The contract should also spell out exactly how the agreement can be cancelled by you and the agent. The agent wants to be sure you won’t jerk the work out from under them when they are on the verge of a sale, and you want to be sure you can get out if the agent isn’t performing.
A literary agent offered me a work for hire contract. What’s that?
A work for hire contract means you’re giving all rights to the publisher or agent and will only be paid once. There are no royalties and no opportunity for you to sell your work again. Although there may be special circumstances that warrant such a contract, they are best avoided.
Do I have to pay agent fees up front?
Not to a legitimate literary agent. If you’re asked for a reader’s fee or any other form of payment, run away as fast as you can. The only payment an agent deserves is a percentage of the sale.
Do I need to complete my work before I look for a literary agent?
If you’re writing a novel, you’ll need to finish the book before an agent takes you on as a client, unless, of course, you’ve already sold several in that genre. The reason a novel needs to be completed is because it’s way easier to start a novel than to finish it, and until you’ve got a solid track record agents and publishers want to see the whole thing.
If you’re writing non-fiction you can often find a literary agent on the basis of a book proposal, although if you’re an unpublished writer, the complete book may be required. I do offer an ebook on book proposals that some have found helpful.
Okay, how to I find a literary agent?
There are several ways. One of the best ways to get a literary agent is through personal recommendation. If you know a successful writer who writes in your genre, ask them to make a suggestion. If you belong to any writing groups, either off line or on, you may be able to get recommendations there.
Another way is simply to look for agent’s blogs online.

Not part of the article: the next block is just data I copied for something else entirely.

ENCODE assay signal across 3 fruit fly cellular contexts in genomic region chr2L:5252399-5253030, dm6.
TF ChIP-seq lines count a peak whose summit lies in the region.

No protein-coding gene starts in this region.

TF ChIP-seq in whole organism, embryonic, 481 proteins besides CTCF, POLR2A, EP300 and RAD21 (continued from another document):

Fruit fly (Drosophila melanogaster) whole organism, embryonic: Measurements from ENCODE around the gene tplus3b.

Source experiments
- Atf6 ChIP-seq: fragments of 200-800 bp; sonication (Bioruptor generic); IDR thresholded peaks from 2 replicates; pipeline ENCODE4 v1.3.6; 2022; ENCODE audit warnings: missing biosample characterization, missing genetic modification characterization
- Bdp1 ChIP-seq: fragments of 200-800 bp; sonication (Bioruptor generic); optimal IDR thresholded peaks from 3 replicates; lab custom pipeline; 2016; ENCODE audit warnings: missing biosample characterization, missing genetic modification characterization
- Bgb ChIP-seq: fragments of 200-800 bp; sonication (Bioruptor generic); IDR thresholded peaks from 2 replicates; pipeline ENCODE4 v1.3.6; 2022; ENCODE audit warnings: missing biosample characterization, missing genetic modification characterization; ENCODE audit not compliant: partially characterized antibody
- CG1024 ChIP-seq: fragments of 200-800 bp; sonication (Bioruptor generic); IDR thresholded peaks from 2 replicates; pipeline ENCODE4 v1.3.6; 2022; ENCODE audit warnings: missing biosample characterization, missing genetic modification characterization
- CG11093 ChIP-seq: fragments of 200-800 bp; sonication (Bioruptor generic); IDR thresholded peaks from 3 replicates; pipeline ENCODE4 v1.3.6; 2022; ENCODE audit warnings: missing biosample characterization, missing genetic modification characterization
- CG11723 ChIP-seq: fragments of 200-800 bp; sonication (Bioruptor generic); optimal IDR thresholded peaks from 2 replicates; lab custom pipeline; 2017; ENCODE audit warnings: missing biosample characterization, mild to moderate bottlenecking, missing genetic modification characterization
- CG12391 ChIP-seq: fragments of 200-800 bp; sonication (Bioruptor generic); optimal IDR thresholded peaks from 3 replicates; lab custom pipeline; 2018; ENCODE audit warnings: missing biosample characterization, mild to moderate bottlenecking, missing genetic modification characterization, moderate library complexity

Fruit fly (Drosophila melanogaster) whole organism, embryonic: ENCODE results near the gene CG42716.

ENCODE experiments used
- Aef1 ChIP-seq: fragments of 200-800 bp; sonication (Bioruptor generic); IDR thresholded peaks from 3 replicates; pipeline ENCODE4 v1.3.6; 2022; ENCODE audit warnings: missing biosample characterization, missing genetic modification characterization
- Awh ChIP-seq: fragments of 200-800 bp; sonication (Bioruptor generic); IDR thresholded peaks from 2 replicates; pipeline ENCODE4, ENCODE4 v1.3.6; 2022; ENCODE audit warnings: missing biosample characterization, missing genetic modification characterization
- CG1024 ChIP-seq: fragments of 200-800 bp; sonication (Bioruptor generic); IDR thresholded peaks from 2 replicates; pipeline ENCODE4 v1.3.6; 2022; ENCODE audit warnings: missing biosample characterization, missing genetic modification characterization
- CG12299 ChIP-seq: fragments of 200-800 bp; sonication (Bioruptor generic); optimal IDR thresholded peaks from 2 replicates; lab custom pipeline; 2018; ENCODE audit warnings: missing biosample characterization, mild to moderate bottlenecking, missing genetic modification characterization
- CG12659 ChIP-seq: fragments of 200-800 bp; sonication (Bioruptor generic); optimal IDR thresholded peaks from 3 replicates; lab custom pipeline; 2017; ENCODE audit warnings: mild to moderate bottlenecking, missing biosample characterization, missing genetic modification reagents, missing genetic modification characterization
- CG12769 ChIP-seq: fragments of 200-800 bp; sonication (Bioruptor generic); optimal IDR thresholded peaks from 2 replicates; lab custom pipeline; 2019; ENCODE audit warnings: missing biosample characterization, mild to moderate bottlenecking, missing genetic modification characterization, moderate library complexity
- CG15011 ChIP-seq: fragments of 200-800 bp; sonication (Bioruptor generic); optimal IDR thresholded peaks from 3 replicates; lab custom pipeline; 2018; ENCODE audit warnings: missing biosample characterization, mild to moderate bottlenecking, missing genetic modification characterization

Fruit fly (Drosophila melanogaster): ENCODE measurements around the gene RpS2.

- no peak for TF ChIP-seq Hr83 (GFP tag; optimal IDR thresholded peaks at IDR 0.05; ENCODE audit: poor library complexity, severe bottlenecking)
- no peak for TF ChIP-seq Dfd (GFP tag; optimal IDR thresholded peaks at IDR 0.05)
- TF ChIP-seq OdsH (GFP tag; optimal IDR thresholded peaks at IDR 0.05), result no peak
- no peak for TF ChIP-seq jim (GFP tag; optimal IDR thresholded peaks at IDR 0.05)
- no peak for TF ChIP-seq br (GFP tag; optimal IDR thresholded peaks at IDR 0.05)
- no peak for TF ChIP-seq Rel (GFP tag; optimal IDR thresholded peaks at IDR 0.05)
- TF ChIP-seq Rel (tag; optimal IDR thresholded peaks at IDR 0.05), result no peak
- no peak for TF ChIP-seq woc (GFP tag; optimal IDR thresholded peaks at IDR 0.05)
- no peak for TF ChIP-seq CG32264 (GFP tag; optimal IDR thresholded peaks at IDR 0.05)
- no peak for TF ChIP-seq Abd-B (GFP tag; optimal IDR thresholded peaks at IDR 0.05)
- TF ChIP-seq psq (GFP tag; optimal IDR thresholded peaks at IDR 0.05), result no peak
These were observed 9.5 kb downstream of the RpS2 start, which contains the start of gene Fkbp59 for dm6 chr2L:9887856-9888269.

Paradoxically, another good way to get an agent is to market your book yourself. When a publisher makes you an offer, ask them to recommend an agent. Publishers like working with agents because they know the ropes and even though the agent may be able to negotiate a better advance and/or royalties, they know they are working through a professional.
Since it often takes as much work to find an agent as it does a publisher, it may make better sense to look for the publisher first.
Another way to locate agents is to Google them. Just enter Literary Agents and you’ll get a ton of links. And, of course, there are books that list agents. Writer’s Digest publishes a directory of agents every year. You may also find listings of agents in writing magazines. Don’t overlook your local yellow pages as another possible source.
NOTE: You need to decide if you’re going to seek an agent or a publisher – it won’t work to sell to an agent and a publisher at the same time. You can see why. If you’ve already been rejected by a publisher, the agent isn’t likely to want to represent your book.
Do I need an literary agent in New York?
No, a New York agent is not necessary these days. Although New York agents have a better chance of lunching with publishers, the truth is a good agent can market you successfully from almost anywhere.
Write well and often!